12/33 really driven by 2 sites.

Grey,
There was no Basal Eurasian hiding out in Wales during the Mesolithic. That's crazy talk. None in Loschbour, probably none in LaBrana, and none in Scandinavian hunters.




Chad Rohlfsen said...

David,
Excuse the slight misquote. Kromsdorf is 100% Yamnaya mtDNA.

la señora bibiloni said...

My theory: Cucuteni-Trypolye people spoke PIE, a local dialect stemming from local hunter-gatherers who adopted agriculture (receving some gene flow from Anatolia) and then expanded east (along the Black Sea coasts up to North Caucasus) and west (along the Danube). There was an Indo-European "corridor" north of the Black Sea and eventually its eastern portion developed satemization. When Yamna people started raiding them, IE speakers moved to the south of the Caucasus (Indo-Iranian); up the Danube (Proto Germanic); crossing the Carpathian Basin to the Adriatic coast (Proto Italo-Celtic) and south along the Black Sea (Greek, Phrygian, Hittite and anatolian languages). Corded Ware was the western frontier of the Yamnaya people, non IE, probably Uralic languages.

Grey said...

"There was no Basal Eurasian hiding out in Wales during the Mesolithic. That's crazy talk. None in Loschbour, probably none in LaBrana, and none in Scandinavian hunters."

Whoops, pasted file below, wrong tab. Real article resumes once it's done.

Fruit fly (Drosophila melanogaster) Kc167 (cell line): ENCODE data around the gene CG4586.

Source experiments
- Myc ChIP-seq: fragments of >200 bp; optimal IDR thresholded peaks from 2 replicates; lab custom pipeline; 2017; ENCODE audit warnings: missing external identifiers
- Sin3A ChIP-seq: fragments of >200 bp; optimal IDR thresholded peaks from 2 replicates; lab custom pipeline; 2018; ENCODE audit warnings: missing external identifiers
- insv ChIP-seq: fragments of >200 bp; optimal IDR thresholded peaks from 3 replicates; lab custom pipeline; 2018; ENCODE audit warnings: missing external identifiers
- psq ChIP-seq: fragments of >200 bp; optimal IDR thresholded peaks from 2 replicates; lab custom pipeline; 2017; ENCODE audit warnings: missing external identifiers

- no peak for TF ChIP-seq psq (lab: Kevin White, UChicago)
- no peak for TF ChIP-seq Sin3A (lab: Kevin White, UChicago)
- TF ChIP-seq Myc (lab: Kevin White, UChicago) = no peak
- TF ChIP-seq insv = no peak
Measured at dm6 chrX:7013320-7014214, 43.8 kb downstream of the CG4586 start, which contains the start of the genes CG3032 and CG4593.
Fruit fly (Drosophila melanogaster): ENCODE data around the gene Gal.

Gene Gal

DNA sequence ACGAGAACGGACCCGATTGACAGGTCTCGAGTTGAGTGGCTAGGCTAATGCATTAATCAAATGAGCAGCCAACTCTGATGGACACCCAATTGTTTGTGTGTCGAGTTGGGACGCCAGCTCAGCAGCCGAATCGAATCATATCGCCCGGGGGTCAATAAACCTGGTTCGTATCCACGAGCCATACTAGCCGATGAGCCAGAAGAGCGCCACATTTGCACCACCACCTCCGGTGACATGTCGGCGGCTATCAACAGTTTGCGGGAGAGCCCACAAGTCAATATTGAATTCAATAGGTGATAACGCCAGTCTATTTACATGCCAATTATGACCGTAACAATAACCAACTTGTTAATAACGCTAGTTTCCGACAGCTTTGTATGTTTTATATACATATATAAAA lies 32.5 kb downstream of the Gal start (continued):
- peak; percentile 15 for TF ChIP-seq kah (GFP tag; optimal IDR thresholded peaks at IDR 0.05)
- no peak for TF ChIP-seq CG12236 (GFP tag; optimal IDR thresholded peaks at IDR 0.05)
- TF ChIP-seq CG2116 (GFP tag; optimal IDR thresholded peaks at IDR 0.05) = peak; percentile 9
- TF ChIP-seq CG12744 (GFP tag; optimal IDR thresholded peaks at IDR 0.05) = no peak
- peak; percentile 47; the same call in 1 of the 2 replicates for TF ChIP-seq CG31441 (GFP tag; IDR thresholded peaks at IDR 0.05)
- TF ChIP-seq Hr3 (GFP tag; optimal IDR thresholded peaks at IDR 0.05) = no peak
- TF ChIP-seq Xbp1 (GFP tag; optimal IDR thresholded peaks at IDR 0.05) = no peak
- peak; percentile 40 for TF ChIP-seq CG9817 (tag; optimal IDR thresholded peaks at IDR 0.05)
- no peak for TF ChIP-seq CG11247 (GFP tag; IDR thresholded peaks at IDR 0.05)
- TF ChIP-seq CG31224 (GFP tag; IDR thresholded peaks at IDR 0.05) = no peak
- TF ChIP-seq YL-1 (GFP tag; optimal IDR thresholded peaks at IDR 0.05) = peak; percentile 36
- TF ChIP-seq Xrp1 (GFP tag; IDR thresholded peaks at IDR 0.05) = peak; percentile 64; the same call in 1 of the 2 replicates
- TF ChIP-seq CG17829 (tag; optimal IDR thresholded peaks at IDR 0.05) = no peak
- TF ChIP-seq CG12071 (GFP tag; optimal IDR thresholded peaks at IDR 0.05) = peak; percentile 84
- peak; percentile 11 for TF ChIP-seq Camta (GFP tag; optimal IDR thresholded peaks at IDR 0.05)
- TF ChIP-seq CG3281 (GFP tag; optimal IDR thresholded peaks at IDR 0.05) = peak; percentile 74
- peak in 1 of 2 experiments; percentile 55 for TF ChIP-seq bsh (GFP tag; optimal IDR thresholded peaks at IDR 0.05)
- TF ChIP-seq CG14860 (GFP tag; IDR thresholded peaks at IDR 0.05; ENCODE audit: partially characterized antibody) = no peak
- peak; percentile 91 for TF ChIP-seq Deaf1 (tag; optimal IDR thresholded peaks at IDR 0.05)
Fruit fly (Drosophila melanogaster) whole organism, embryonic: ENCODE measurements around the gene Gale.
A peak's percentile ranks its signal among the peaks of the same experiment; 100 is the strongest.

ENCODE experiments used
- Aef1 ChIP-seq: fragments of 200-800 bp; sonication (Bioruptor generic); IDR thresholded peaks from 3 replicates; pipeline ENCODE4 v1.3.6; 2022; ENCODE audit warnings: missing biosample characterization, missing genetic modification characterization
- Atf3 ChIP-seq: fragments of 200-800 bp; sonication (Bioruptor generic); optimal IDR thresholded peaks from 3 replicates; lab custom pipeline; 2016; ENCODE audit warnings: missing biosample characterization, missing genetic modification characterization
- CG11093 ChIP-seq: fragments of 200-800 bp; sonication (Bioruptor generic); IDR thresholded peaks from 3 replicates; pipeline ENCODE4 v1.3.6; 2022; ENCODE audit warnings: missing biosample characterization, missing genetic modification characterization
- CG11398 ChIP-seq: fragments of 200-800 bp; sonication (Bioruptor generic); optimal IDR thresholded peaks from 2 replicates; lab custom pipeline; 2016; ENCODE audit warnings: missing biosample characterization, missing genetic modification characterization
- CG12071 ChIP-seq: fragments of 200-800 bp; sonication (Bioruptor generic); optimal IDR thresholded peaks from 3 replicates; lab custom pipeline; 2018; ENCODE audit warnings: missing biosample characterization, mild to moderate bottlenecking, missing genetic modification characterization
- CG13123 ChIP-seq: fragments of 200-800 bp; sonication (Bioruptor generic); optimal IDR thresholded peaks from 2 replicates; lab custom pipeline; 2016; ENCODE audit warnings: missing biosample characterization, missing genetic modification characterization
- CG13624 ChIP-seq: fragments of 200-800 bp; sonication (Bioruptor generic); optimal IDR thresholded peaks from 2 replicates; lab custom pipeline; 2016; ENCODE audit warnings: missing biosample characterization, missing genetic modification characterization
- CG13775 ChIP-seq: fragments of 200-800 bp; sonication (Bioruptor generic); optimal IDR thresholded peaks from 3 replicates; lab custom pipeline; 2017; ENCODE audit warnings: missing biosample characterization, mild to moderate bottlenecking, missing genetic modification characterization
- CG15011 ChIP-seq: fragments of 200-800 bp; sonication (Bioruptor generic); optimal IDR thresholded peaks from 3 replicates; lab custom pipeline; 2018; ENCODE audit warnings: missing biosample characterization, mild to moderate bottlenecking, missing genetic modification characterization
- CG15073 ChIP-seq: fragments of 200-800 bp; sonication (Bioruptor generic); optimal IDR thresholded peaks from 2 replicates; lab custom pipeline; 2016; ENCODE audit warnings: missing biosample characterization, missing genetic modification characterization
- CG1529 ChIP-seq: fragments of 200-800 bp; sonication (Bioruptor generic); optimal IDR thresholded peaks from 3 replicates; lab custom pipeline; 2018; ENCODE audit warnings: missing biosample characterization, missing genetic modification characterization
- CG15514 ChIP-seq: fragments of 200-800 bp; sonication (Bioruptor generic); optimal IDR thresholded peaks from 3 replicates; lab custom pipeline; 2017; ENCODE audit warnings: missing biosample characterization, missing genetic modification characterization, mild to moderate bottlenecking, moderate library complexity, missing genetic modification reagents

Well maybe. I just find it interesting that there's 30% E1b tucked away in some remote Welsh mountain valleys. It could simply be the result of some odd migration history or it could be the few places where this pattern exists i.e. in parts of the Balkans, Iberia, Wales etc they are a surviving remnant of something that used to be widespread around the coasts.

There'll be an interesting story behind it either way.

Chad Rohlfsen said...

It's proabably just that someone with a Neolithic lineage outbred the other locals from a few hundred to a couple thousand years ago. It doesn't really change anything autosomal. It is the same false argument used by those who thought that there was greater Mesolithic survival in Scandinavia, because of I1. We now know that it probably came from LBK, and expanded during Funnelbeaker

Simon_W said...

Cucuteni-Triploye was probably unlike Armenians. I think they were similar to the EEF. Archeologically they had roots in LBK and Vinca. And craniometrically they were close to other EEF. The Armenian-like input in Yamnaya must have had more direct roots south of the Caucasus. After all, archeologists have shown that the custom of Kurgan building arose in the Leylatepe culture in Azerbaijan. The Kurgans there are older than those of Yamnaya. Moreover Yamnaya had a lot of mt-haplogroup T1 which wasn't that common in EEF. And an origin of the PIE south of the Caucasus would easily explain the Anatolian branch of IE, it's the one that split of earliest. Maybe at least this one didn't disperse from the Steppe.

Chad Rohlfsen said...

Ryu,
Just for comparison, Corded Ware is 13/41 for H. Not much lower than Bell Beaker 12/33.

Chad Rohlfsen said...

Simon,
I also find it unlikely that C-T played much of a role in the genetics of Yamnaya. C-T was mixed with mtDNA of Dnieper Don and other possible North Pontic hunters. I am not wanting to argue the linguistics part of this. I still think that given R1b's dominance in the Caucasus and West Asia, that it is likely the one that went into C-T, and then towards the Carpathians and Anatolia. Corded Beakers go from Khavalynsk to C-T, to Germany/Central Europe. Bell Beaker mtDNA in Kromsdorf is 100% like that in Russia and Bulgaria.